iPhone Password Security Bypassed By Cambridge Scientist Puts In Doubt FBI's Previous Claims

Research has shown that quite a number of people are lax with their passwords thinking that as long as nobody knows their secret code, their phone remains secure.

The iPhone is a common case, given Apple's sterling reputation for making their devices locked tight in cyber security.

Even the FBI apparently agrees that the iPhone is one tough nut to crack.

However, the reputation of Apple's cyber security and the FBI's statements are recently thrown into the spotlight when a tech security scientist from a prestigious English university showed that not only is it simple to hack the iPhone, it also does not cost a lot.

Apple's Security System Broken

BBC reported that a computer scientist from the University of Cambridge has revealed that with just a few basic components that can be bought in any generic electronics store, an iPhone's passcode can be bypassed without much difficulty.

Dr Sergei Skorobogatov, a senior research associate in the Security Group at the Computer Laboratory of the University of Cambridge in the U.K., has figured out how to unlock iPhones by cloning the device's memory.

Dr Skorobogatov's project centered on the iPhone 5C. The device is Apple's budget-friendly phone launched in 2013 as a successor to the 2012's iPhone 5.

The phone gained notoriety when it became the target of the FBI's  terrorism investigation during the tragic San Bernardino shootings in December 2015 where two armed radicals, a married couple, shot and killed 14 people and seriously injured 22.

One of the San Bernardino terrorists, Syed Rizwan Farook, had an iPhone 5C which the FBI wanted to hack to dig deeper into the background of the shooter.

The FBI believed that the iPhone held critical information about collaborators who might still be lurking in the U.S.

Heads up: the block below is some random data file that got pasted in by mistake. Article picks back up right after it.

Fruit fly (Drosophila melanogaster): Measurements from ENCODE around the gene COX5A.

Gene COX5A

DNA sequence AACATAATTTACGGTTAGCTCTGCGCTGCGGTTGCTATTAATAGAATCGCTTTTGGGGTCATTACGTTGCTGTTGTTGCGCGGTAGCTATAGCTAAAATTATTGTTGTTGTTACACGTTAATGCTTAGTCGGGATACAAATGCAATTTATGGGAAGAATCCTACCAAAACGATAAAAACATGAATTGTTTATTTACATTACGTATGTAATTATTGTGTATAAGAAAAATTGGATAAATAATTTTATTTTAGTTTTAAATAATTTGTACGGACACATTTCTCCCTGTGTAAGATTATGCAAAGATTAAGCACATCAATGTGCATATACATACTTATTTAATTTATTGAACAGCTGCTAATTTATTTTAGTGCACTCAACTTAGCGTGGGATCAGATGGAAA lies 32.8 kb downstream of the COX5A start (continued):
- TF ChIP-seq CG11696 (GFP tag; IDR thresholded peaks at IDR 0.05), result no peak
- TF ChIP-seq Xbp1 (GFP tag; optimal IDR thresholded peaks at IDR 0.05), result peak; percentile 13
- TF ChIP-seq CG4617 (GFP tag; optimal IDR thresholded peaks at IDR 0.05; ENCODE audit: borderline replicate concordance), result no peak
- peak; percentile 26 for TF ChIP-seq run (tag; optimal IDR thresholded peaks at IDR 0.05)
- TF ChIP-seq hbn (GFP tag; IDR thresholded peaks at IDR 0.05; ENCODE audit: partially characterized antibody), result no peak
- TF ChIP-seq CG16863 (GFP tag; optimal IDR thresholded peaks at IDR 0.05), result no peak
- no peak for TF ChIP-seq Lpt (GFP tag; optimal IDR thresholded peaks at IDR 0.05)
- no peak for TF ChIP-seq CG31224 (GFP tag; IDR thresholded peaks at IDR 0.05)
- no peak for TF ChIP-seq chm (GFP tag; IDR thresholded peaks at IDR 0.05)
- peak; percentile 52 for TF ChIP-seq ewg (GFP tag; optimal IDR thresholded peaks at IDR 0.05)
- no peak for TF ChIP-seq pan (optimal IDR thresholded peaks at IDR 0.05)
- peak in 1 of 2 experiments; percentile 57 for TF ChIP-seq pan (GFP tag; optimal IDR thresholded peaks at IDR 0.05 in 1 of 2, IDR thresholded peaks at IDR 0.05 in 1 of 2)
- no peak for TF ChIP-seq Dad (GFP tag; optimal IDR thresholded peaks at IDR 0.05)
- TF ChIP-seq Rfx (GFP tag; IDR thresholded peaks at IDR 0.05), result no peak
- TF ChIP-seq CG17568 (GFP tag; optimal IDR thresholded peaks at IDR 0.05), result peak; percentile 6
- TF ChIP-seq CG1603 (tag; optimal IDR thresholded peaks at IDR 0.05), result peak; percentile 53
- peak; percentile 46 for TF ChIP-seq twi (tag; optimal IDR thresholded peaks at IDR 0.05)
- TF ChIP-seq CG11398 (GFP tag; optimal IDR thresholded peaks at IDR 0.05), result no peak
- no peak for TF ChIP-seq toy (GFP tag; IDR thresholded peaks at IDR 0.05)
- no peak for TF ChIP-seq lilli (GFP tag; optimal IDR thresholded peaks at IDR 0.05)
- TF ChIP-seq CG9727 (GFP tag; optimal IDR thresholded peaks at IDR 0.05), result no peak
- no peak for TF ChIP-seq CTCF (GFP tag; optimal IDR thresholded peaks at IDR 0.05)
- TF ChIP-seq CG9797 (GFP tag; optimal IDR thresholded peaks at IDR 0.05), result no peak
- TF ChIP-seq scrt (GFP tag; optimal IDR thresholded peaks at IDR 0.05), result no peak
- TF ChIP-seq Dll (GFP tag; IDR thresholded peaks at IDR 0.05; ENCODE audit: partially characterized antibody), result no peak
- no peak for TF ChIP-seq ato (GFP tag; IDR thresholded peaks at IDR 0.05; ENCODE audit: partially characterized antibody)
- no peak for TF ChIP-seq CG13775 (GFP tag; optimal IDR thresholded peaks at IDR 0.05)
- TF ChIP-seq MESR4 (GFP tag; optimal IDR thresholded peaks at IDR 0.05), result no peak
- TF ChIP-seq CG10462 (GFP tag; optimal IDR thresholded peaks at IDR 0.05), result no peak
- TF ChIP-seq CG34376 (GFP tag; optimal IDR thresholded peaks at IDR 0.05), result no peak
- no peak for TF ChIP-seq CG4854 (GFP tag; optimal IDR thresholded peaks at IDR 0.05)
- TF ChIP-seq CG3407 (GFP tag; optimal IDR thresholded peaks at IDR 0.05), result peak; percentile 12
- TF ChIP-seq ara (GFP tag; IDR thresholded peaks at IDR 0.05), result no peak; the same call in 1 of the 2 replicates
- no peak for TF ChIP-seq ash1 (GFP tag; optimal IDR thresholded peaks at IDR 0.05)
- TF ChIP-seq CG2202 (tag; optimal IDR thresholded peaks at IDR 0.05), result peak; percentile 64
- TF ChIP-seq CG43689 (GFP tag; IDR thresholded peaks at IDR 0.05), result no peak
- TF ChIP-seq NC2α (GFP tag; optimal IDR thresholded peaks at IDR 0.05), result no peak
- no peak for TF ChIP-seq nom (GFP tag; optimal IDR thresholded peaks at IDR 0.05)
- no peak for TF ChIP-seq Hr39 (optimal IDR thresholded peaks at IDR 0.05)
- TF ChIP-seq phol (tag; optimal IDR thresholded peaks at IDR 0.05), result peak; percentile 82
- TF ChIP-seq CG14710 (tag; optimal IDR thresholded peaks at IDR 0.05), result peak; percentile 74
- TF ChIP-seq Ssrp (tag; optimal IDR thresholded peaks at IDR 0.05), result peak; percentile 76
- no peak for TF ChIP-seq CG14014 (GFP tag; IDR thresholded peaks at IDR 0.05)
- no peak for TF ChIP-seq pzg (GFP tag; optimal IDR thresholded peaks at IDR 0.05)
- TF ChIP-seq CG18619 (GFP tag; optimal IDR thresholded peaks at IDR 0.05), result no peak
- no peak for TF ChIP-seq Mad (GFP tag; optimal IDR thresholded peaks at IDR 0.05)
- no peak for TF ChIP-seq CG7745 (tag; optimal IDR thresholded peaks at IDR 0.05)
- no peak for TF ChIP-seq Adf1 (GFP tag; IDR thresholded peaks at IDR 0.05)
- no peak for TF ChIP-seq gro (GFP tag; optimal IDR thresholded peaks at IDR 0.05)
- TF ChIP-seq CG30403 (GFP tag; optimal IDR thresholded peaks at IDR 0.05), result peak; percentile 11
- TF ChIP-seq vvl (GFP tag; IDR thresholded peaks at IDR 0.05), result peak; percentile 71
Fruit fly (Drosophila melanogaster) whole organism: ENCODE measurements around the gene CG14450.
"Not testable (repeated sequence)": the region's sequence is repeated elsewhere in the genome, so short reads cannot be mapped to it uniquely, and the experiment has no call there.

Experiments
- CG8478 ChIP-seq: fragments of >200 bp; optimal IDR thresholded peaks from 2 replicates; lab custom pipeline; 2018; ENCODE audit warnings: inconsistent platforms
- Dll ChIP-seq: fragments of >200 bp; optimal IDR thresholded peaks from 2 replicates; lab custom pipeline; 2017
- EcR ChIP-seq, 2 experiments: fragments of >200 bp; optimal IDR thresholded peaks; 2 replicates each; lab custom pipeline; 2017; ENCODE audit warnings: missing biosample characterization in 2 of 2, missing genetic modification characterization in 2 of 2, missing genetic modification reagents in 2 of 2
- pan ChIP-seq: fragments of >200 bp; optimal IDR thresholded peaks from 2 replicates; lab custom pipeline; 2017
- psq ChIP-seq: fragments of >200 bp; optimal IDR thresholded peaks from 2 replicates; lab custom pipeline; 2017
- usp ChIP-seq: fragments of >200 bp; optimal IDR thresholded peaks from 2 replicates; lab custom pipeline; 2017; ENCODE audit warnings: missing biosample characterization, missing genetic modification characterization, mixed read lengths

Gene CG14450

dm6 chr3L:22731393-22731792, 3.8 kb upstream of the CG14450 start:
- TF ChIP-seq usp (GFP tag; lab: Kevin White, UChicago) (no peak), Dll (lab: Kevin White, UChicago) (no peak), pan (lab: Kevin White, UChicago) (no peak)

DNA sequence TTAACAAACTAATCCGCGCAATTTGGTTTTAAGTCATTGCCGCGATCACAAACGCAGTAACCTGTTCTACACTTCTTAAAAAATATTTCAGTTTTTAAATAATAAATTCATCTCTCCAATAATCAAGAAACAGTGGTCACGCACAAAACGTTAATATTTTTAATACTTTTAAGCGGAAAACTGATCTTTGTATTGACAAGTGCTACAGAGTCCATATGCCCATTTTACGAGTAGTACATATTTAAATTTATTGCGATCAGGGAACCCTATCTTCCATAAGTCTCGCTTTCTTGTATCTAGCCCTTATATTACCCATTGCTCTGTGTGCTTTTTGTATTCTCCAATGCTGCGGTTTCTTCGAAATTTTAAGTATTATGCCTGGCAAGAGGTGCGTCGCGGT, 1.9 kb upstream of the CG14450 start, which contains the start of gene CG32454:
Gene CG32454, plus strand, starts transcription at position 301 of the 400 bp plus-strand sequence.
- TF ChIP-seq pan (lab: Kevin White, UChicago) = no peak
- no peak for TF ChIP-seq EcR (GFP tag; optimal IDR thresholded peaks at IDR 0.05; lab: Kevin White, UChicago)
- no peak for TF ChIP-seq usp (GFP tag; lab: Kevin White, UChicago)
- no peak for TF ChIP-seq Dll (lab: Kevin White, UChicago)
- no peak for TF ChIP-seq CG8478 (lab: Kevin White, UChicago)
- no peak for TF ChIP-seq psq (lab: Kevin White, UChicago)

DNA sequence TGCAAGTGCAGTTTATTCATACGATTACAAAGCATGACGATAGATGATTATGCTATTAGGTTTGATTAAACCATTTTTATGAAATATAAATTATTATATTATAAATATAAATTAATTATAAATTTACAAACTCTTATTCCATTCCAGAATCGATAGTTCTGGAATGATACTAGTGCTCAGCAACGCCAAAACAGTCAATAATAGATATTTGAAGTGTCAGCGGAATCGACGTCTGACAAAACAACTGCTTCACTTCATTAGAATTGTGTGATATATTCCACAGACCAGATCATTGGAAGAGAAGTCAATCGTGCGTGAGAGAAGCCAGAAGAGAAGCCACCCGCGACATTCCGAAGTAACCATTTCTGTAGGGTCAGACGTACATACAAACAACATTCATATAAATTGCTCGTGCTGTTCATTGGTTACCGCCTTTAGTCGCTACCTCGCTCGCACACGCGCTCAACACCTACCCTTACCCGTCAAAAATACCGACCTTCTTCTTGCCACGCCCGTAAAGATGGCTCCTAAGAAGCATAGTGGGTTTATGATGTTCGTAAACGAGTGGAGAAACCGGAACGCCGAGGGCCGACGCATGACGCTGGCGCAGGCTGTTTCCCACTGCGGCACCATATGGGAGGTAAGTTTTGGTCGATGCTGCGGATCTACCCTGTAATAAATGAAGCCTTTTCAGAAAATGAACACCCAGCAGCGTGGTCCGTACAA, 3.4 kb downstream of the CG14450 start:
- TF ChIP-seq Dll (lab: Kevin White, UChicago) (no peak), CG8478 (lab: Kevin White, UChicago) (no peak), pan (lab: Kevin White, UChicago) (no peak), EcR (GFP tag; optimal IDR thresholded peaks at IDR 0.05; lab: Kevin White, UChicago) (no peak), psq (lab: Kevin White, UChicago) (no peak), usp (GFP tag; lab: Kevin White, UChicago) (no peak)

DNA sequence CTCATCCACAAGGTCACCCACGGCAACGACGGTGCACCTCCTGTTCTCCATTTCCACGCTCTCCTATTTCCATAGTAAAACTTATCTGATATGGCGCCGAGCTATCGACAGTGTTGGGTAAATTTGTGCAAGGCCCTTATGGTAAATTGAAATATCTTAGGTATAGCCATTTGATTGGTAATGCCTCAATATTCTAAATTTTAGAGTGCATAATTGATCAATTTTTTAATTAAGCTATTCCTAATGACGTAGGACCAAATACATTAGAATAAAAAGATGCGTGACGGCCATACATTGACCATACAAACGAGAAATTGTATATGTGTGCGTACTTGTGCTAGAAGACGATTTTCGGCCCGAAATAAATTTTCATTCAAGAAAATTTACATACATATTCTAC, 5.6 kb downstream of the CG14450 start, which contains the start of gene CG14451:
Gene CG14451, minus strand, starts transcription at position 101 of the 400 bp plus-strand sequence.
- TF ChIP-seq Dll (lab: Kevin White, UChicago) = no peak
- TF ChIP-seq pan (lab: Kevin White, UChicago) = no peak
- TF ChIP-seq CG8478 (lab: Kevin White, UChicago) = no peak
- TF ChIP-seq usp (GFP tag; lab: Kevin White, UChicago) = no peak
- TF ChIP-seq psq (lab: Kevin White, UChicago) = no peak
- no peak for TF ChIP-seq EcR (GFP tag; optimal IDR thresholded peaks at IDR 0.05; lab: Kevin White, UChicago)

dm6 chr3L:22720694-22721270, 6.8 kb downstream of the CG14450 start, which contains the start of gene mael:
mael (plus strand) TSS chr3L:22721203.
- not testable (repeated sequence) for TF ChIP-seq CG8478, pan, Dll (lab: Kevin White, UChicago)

The FBI asked Apple to hand it a backdoor software but the tech firm rebuffed the request reasoning that the FBI's actions could serve as a precedent for violating people's right for privacy in the name of national security.

Since Apple would not cave in, the FBI instead paid $1 million to a security company to hack the terrorist's budget iPhone.

The FBI Overpaid

Dr. Skorobogatov believes the FBI paid to high a price. He also expressed doubts about the veracity of their statement that it is nearly impossible to hack the iPhone's security system.

Techradar shared that Dr. Skorobogatov, in order to prove his point, posted a public video on YouTube showing how he hacked the iPhone 5C using electronic parts that just cost him $100. 

Dr. Skorobogatov, who finished his Ph.D. in Computer Science at the University of Cambridge in 2005, cloned the iPhone's NAND memory chips which is the primary memory storage system of the phone.

The clone gave him an unlimited number of attempts to hack the device's passcode because the clone only had to be reset if a wrong passcode was entered.

It was a relatively quick process. Hacking a four-digit passcode took around 40 hours, while a six-digit code above a hundreds hours.

The Cambridge scholar believes that given the abundant resources of the FBI, a large scale application of his hacking technique could possiblty unlock another iPhone and at a faster rate. 

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